One hundred pages into East of Eden, I am absolutely loving it! The writing is spectacular and I love the way the narrator wanders away from the plot to talk about life, society or whatever he wants. I love the mystery of who the narrator is. We know he is connected to the people he is discussing (some are his ancestors) but he is not present in the plot. The story in no way seems rushed yet all I want to do is sit in my reading chair all night and flip pages.

When I finish this 600-page monster (pun intended), I will post a complete book review. Please check back in a week or two! Until then, enjoy page 71 of East of Eden (below) and check out my previous book reviews here!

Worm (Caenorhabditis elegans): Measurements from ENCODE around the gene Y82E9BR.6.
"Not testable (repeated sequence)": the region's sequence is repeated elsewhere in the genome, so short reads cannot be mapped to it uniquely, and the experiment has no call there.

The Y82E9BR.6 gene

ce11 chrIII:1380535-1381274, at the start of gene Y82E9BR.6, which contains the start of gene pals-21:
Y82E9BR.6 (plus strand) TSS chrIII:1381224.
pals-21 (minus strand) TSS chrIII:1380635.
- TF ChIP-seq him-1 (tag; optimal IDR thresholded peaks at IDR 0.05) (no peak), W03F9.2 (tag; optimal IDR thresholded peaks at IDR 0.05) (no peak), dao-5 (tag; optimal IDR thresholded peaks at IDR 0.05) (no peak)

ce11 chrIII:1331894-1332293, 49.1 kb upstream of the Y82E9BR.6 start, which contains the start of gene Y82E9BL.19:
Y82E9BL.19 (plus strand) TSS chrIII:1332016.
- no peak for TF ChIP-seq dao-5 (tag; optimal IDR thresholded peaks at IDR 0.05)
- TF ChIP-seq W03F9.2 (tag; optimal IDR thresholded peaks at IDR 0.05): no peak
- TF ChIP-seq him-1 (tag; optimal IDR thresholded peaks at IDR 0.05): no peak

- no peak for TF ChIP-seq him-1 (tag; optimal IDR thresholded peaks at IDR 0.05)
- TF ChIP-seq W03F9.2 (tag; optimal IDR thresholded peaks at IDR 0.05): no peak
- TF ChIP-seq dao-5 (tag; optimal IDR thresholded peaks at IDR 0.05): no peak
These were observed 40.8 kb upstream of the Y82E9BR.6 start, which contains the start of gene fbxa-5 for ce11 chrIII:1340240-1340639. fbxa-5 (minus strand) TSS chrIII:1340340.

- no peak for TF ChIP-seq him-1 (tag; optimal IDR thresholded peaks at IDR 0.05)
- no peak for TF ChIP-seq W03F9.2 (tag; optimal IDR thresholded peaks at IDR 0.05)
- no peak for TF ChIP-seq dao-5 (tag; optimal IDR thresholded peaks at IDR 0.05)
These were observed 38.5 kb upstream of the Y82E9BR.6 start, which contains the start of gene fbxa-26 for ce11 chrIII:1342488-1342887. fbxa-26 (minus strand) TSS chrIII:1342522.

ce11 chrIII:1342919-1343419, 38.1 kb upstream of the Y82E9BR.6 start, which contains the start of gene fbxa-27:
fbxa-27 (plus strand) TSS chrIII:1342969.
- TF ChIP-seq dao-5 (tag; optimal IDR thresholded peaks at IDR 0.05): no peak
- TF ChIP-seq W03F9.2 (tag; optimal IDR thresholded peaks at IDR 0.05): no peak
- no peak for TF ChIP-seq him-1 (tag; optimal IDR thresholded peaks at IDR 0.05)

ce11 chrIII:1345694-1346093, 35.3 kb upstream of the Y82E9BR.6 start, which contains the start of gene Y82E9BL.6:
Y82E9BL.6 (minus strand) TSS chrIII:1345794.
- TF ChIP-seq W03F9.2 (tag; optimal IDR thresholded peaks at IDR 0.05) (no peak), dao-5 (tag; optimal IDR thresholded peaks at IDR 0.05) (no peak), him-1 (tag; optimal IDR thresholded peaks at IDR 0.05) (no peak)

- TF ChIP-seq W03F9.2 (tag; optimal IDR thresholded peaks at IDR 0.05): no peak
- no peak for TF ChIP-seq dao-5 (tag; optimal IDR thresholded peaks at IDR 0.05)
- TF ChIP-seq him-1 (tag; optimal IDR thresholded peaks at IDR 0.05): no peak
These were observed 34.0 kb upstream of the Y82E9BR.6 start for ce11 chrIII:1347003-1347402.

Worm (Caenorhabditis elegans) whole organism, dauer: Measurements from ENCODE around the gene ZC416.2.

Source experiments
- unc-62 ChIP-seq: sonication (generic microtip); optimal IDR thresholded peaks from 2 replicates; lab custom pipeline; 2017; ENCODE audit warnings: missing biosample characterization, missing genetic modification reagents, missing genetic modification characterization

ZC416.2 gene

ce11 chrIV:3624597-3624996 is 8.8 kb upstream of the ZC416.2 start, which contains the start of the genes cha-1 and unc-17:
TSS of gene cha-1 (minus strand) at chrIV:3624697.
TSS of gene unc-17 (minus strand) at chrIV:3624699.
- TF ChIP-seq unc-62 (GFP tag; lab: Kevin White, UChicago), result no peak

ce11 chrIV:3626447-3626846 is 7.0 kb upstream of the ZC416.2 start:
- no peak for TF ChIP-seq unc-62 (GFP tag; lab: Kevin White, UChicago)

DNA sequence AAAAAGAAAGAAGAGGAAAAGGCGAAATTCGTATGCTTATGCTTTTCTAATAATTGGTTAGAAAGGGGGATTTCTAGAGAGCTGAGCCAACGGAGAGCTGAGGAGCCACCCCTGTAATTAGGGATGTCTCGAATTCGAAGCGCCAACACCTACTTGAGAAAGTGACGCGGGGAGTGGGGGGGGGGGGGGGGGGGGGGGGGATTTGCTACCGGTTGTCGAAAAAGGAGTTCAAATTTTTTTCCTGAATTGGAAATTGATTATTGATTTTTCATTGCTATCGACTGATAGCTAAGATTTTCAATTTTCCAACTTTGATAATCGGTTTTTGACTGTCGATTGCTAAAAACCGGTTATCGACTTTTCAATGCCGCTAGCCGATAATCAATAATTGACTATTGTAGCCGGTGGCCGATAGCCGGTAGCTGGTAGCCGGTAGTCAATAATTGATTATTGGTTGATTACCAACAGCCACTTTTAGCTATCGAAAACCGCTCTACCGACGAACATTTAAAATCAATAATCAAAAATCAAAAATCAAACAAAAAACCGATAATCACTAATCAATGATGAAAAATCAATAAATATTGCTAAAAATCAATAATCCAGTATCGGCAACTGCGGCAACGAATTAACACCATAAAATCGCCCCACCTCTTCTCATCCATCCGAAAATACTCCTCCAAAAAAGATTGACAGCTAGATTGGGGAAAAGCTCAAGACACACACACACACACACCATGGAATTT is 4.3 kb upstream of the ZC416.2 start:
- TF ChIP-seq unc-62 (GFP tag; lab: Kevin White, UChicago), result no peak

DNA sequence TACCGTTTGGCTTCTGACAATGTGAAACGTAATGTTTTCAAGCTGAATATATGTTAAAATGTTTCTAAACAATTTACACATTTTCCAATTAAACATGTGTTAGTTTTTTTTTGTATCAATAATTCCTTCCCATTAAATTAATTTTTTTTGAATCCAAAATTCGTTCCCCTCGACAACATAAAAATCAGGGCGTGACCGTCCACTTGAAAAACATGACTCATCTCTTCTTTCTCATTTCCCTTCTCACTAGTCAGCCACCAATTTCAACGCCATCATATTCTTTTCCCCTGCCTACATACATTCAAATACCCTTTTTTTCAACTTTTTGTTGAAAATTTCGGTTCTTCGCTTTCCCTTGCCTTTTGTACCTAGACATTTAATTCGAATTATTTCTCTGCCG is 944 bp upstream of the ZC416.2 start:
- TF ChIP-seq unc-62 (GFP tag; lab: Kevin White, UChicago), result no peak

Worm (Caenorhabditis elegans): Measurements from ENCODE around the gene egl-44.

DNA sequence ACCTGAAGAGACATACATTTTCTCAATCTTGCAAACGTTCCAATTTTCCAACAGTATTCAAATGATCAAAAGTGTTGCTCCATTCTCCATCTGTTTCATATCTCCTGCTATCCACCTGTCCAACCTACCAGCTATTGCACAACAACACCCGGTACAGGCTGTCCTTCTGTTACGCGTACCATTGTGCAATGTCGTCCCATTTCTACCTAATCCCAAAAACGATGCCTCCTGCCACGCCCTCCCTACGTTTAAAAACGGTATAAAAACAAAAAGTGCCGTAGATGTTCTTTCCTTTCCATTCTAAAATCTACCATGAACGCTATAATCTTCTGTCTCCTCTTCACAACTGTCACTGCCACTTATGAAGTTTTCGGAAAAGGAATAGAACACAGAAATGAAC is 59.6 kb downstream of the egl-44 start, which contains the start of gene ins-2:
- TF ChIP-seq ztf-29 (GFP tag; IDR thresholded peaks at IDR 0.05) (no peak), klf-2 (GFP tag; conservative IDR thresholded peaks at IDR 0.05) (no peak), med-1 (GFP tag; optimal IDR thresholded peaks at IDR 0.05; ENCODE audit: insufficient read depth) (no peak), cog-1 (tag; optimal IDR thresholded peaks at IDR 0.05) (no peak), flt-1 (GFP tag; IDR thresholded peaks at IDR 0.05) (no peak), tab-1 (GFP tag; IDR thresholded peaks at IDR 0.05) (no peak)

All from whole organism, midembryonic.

I believe there are monsters born in the world to human parents. Some you can see, misshapen and horrible, with huge heads or tiny bodies; some are born with no arms, no legs, some with three arms, some with tails or mouths in odd places. They are accidents and no one’s fault, as used to be thought. Once they were considered the visible punishments for concealed sins.
And just as there are physical monsters, can there not be mental or psychic monsters born? The face and body may be perfect, but if a twisted gene or a malformed egg can produce physical monsters, may not the same process produce a malformed soul?